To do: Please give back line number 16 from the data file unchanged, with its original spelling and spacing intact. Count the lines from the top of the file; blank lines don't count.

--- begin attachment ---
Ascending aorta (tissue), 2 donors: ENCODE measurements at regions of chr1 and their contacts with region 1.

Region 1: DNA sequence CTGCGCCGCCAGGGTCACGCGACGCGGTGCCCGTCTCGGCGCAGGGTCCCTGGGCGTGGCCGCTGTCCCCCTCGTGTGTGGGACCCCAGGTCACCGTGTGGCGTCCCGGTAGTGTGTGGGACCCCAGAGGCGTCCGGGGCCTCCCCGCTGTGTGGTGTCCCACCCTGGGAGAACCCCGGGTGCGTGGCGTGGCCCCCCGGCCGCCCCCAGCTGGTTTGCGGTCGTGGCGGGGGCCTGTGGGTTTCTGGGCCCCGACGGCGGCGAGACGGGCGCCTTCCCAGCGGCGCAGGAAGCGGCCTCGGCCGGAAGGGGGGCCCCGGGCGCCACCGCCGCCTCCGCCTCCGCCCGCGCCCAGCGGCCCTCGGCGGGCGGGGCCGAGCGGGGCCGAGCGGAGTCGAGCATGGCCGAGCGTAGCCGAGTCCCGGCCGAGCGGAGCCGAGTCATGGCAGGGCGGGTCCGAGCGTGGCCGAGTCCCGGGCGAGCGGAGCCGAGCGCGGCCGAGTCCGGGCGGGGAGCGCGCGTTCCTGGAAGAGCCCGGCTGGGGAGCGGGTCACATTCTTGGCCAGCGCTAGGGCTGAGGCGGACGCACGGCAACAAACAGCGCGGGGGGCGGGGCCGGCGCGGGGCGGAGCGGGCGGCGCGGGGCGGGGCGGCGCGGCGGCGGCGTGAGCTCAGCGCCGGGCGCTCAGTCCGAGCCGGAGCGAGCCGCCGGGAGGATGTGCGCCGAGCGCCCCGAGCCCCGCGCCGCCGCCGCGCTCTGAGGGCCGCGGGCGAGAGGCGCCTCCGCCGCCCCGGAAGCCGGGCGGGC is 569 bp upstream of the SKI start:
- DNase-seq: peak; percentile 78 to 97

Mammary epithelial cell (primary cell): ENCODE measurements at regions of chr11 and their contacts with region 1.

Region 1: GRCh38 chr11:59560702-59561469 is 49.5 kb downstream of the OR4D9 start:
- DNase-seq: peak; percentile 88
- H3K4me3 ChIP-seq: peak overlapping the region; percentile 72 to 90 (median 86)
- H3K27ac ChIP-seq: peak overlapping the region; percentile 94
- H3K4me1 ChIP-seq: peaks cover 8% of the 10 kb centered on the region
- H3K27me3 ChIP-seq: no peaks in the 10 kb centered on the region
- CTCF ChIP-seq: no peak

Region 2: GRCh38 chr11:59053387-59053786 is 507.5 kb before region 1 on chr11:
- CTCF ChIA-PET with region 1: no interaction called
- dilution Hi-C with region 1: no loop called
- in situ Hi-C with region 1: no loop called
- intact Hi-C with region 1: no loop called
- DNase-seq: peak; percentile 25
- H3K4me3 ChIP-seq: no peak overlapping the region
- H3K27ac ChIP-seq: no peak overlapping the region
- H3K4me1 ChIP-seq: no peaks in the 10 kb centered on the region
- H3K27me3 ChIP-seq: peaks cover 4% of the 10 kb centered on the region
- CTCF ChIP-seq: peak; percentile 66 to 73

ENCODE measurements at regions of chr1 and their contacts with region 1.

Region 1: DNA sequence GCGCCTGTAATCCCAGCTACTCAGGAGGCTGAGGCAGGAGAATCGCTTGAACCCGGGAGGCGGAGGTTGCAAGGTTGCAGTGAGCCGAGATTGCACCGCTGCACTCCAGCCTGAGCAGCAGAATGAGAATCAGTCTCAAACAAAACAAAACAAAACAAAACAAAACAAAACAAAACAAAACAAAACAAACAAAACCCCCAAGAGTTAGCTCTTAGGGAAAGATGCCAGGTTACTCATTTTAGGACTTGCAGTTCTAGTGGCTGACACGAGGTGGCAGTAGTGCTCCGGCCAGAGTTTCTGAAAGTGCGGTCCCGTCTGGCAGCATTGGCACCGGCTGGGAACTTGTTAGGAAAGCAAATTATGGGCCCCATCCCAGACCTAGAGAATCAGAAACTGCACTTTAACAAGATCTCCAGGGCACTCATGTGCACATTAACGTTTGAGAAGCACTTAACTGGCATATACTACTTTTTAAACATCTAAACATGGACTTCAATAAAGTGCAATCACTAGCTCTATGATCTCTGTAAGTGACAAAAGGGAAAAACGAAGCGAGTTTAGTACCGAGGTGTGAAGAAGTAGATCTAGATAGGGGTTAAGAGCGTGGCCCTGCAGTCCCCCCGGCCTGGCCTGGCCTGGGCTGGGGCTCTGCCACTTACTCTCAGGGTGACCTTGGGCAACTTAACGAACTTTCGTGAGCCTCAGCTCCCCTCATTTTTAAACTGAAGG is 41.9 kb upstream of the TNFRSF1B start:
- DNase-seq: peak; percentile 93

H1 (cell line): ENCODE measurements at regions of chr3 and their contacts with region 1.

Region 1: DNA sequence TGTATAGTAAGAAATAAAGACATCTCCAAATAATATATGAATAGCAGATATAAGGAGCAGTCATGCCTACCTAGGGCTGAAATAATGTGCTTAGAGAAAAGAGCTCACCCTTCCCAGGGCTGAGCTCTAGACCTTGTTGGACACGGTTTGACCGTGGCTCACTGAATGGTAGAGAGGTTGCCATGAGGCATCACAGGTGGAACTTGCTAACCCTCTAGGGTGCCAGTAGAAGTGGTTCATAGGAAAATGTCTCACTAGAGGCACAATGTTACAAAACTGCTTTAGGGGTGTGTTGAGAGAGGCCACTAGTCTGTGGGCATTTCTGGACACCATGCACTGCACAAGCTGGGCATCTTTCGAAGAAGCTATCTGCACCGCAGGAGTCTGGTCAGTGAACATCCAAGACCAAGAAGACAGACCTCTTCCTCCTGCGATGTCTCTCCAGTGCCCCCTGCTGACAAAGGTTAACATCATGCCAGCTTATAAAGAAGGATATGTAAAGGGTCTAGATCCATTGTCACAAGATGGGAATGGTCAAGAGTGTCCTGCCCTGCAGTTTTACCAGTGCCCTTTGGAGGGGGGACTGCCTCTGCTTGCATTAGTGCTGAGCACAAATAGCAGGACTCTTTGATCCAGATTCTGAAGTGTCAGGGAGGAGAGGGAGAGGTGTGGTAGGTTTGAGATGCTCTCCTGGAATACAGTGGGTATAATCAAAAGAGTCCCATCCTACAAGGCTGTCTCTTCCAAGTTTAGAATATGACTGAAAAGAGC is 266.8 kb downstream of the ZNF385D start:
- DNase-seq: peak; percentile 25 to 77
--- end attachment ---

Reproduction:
- intact Hi-C with region 1: no loop called